I will be the first to admit it -- I compulsively pick my skin. Chances are you pick at your skin too, but please don't tell me about it in a response to learning about my story unless you understand what a confession of "I can't stop picking my skin" really means.
I have a condition called Dermatillomania, although it just entered the DSM-5 this year under the name "Excoriation Disorder". While the main criteria of this disorder is repetitious skin picking, the act of picking does not in itself define the disorder. You must meet four other distinct criteria to be medically diagnosed with this disorder:
- Repeated attempts to stop the behaviour
- The symptoms cause clinically significant distress or impairment
- The symptoms are not caused by a substance or medical condition (including dermatological)
- The symptoms are not better explained by another psychiatric disorder
With being a prominent mental health advocate in the Body-Focused Repetitive Behavior (BFRB) community, I come across many people who tell me that they too have Dermatillomania. Through each confession, I gain a glimmer of hope that I will find someone else much like myself who has experienced the shame, guilt, discrimination, and embarrassment I have in not being able to escape this vicious cycle. I cling to my desire of connecting to someone who truly understands by sharing my struggles and seeing if they are mirrored in another person's experiences.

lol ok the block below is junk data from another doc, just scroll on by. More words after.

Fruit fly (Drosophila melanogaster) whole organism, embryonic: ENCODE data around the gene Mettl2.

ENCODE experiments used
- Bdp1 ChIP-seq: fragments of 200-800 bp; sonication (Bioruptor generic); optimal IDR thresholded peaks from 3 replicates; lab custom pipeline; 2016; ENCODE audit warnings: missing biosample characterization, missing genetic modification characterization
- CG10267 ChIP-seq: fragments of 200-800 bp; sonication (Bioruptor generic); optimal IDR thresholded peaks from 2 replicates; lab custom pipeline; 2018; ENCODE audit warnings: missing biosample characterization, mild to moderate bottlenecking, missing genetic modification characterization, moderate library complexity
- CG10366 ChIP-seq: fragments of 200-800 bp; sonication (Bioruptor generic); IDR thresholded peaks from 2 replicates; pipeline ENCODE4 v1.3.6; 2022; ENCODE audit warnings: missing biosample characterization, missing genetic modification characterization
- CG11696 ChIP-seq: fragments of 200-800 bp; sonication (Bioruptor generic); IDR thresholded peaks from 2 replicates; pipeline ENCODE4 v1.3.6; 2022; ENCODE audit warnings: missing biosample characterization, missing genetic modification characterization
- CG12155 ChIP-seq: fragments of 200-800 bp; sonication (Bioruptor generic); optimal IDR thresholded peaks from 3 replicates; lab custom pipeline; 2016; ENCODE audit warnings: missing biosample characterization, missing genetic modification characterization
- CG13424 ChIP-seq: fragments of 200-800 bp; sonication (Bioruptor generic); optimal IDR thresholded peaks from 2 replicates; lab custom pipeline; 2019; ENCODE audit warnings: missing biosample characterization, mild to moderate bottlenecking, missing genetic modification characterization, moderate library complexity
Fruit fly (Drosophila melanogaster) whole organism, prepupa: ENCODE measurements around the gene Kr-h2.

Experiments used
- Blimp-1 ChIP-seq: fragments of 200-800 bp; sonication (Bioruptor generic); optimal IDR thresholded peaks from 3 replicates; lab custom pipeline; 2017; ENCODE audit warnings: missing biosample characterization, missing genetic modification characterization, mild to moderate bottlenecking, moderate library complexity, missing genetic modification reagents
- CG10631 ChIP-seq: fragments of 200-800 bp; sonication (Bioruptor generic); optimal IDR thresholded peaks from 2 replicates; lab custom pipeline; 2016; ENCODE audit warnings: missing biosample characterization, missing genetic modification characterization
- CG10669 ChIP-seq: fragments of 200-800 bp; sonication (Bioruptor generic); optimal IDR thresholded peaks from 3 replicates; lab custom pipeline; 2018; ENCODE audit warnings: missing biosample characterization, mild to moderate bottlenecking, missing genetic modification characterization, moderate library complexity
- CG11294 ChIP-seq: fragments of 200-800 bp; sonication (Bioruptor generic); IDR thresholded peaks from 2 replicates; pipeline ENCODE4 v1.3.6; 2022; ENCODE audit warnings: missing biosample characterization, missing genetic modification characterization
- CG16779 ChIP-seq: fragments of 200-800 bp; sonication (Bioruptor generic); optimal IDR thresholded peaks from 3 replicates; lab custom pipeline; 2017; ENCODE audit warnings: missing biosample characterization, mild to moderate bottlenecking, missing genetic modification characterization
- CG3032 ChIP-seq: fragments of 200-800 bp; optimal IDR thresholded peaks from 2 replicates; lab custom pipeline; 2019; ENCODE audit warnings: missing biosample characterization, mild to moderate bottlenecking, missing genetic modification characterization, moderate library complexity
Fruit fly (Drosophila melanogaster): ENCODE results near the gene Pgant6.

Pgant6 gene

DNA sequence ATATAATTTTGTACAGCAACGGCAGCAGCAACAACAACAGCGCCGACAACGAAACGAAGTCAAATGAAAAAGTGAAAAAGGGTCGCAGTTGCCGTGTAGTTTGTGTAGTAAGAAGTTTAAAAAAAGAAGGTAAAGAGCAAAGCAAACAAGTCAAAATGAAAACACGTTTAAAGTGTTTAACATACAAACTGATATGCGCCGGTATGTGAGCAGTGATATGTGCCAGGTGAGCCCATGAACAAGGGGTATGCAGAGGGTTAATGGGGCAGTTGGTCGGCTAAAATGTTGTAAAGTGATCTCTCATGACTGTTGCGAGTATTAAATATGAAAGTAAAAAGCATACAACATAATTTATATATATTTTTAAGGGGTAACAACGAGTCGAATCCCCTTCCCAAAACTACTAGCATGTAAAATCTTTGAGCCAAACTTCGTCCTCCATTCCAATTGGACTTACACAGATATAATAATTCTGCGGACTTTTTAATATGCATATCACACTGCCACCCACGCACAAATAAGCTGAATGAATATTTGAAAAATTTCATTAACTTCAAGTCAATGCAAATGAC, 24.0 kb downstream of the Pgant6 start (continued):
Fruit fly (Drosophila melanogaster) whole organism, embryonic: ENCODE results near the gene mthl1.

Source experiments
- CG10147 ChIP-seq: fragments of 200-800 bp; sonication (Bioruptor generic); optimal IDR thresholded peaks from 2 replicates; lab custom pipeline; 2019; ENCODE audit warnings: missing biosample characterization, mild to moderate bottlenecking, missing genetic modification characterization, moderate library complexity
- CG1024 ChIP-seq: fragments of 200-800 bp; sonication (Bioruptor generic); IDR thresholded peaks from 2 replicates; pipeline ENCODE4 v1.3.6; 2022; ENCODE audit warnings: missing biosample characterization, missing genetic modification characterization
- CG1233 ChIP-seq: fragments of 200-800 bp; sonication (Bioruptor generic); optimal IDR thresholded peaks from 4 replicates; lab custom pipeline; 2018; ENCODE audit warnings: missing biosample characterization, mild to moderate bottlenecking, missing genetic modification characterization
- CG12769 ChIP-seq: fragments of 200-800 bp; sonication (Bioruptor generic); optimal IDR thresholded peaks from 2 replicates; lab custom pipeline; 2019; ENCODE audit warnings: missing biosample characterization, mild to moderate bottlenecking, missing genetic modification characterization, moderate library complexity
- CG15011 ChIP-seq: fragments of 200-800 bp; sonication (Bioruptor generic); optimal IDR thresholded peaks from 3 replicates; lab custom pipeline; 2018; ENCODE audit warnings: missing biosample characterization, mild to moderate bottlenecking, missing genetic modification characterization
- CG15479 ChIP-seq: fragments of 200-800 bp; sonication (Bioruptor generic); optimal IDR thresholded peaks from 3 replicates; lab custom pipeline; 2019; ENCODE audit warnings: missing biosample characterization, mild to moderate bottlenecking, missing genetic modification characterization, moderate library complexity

It is not until I ask one simple question do I learn if someone's skin picking transcends into a considerably problematic behavior: "How does your skin picking affect your life?" Most of the time, I get responses such as "Well, I have to put makeup on a mark once in awhile" or " It's just annoying" and I learn that a few of the scarce supporters we have on our side still don't quite understand what this disorder entails.
In these situations, I end up feeling more alone than ever. I feel like the misconceptions about this disorder will triumph its true definition and some people will pursue a diagnostic manhunt to pin this to their chest with a collage of other diagnoses. Telling me you know what life is like with Dermatillomania when you do not pick to excess is equal to telling someone with an eating disorder that you understand those hurdles because you diet every now and then.
"I never knew this was a problem until I read that skin picking is a disorder- so there's something wrong with me?" The answer to this is no. If you have went through life unscathed by your skin picking until an article brought it to your attention, then you addressing it as an issue will only undermine those of us who face scrutiny, even by the mental health community. Before the literature was readily available, sufferers already knew they had a problem were unaware that anyone else in the world had this or that a term was coined to describe this affliction. To a sufferer, there is never a question of "Do I have this?" We know because we feel like we created the disorder for ourselves out of thin air.
Unless your excessive grooming is destroying your life, preventing you from engaging in social activities, or even keeping you celibate in fear that your marks will be exposed to another person, please do not mention in passing that you also pick your skin. It minimizes the despair we feel and has the power to push us into further isolation, even if your intent is to reach out to let us know we aren't alone.
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